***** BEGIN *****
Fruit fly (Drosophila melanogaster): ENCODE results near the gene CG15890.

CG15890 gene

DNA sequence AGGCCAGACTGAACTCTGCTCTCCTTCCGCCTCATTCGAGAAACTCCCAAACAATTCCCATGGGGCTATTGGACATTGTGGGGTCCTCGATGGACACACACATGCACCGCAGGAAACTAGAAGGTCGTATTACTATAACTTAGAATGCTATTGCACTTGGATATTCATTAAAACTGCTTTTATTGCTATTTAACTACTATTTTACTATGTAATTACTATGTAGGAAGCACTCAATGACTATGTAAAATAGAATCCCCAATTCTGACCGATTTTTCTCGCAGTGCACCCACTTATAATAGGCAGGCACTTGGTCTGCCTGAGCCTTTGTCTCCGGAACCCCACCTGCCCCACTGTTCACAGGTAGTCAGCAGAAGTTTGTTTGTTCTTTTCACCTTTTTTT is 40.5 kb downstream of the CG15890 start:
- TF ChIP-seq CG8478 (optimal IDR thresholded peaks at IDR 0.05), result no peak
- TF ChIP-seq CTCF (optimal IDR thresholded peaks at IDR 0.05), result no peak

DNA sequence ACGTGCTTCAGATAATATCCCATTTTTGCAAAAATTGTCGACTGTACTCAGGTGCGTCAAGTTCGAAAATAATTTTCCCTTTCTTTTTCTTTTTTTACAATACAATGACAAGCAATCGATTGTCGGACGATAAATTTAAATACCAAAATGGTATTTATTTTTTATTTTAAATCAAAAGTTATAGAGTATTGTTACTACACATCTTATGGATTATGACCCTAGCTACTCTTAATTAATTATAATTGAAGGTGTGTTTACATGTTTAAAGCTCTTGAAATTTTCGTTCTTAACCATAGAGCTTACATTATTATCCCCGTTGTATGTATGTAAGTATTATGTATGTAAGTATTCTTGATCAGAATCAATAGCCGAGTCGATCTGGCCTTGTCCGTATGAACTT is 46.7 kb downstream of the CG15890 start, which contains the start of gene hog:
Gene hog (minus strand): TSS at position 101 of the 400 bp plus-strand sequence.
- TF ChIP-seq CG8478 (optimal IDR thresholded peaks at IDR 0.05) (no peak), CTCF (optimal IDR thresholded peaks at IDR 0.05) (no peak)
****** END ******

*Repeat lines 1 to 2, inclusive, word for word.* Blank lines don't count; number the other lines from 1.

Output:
Fruit fly (Drosophila melanogaster): ENCODE results near the gene CG15890.

CG15890 gene